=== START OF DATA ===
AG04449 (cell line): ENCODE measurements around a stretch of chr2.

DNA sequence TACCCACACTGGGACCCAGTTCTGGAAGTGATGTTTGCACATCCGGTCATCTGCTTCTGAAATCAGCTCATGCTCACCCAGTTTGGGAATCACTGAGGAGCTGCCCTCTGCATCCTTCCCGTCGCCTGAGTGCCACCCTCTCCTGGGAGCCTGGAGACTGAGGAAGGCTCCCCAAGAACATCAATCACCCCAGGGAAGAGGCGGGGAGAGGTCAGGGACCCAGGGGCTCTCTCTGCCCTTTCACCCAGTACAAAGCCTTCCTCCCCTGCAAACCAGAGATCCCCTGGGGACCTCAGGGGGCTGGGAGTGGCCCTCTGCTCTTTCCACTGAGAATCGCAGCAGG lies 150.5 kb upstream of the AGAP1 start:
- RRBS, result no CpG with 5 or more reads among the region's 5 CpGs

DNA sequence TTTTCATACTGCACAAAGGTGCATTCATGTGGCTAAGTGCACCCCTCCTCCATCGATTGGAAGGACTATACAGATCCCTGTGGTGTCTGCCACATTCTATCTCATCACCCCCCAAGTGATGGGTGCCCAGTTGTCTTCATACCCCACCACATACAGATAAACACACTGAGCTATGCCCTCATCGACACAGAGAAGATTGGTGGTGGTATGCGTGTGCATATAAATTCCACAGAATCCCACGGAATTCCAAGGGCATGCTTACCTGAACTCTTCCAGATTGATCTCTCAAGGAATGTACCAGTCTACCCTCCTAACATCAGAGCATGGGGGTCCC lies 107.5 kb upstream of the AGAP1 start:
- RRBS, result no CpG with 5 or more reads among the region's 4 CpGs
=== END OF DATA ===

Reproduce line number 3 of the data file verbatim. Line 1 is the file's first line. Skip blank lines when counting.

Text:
- RRBS, result no CpG with 5 or more reads among the region's 5 CpGs